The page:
(iv) The fourth is eucharistia (Greek #2169), which we have translated thanksgiving. Prayer does not mean only asking God for things; it also means thanking God for things. For too many of us prayer is an exercise in complaint, when it should be an exercise in thanksgiving. Epictetus, not a Christian but a Stoic philosopher, used to say: "What can I, who am a little old lame man, do, except give praise to God?" We have the right to bring our needs to God; but we have also the duty of bringing our thanksgivings to him.

PRAYER FOR THOSE IN AUTHORITY (1 Timothy 2:1-7 continued)

This passage distinctly commands prayer for kings and emperors and all who are set in authority. This was a cardinal principle of communal Christian prayer. Emperors might be persecutors and those in authority might be determined to stamp out Christianity. But the Christian Church never, even in the times of bitterest persecution, ceased to pray for them.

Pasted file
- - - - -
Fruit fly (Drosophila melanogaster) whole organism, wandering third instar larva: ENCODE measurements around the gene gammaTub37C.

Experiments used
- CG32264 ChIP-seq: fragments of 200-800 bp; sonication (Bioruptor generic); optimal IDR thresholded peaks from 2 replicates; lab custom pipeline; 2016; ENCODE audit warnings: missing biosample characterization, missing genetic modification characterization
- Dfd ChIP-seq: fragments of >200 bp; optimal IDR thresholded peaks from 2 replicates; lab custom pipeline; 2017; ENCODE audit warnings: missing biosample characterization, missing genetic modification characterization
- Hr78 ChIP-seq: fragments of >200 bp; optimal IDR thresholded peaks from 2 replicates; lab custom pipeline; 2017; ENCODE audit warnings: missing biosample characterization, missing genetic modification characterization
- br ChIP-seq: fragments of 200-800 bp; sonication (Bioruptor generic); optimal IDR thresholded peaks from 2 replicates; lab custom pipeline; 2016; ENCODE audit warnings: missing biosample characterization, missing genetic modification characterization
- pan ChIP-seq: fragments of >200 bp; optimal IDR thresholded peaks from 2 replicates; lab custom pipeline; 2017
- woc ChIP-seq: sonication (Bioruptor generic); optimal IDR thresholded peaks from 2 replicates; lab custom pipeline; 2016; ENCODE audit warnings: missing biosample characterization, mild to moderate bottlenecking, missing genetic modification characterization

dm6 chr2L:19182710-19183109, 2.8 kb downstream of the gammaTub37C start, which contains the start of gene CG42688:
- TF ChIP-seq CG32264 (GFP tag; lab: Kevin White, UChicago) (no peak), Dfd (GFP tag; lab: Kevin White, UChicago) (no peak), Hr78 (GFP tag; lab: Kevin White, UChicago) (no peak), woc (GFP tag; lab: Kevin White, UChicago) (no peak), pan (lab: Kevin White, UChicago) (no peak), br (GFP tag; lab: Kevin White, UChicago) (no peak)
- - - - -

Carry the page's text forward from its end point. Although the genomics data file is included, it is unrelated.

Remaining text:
It is extraordinary to trace how all through its early days, those days of bitter persecution, the Church regarded it as an absolute duty to pray for the Emperor and his subordinate kings and governors. "Fear God," said Peter. "Honour the Emperor" (1 Peter 2:17), and we must remember that that Emperor was none other than Nero, that monster of cruelty. Tertullian insists that for the Emperor the Christian pray for "long life, secure dominion, a safe home, a faithful senate, a righteous people, and a world at peace" (Apology 30). "We pray for our rulers," he wrote, "for the state of the world, for the peace of all things and for the postponement of the end" (Apology 39). He writes: "The Christian is the enemy of no man, least of all of the Emperor, for we know that, since he has been appointed by God, it is necessary that we should love him, and reverence him, and honour him, and desire his safety, together with that of the whole Roman Empire. Therefore we sacrifice for the safety of the Emperor" (Ad Scapulam 2). Cyprian, writing to Demetrianus, speaks of the Christian Church as "sacrificing and placating God night and day for your peace and safety" (Ad Demetrianum 20). In A.D. 311 the Emperor Galerius actually asked for the prayers of the Christians, and promised them mercy and indulgence if they prayed for the state. Tatian writes: "Does the Emperor order us to pay tribute? We willingly offer it. Does the ruler order us to render service or servitude? We acknowledge our servitude. But a man must be honoured as befits a man but only God is to be reverenced" (Apology 4). Theophilus of Antioch writes: "The honour that I will give the Emperor is all the greater, because I will not worship him, but I will pray for him. I will worship no one but the true and real God, for I know that the Emperor was appointed by him.... Those give real honour to the Emperor who are well-disposed to him, who obey him, and who pray for him" (Apology 1: 11). Justin Martyr writes: "We worship God alone, but in all other things we gladly serve you, acknowledging kings and rulers of men, and praying that they may be found to have pure reason with kingly power" (Apology 1: 14,17).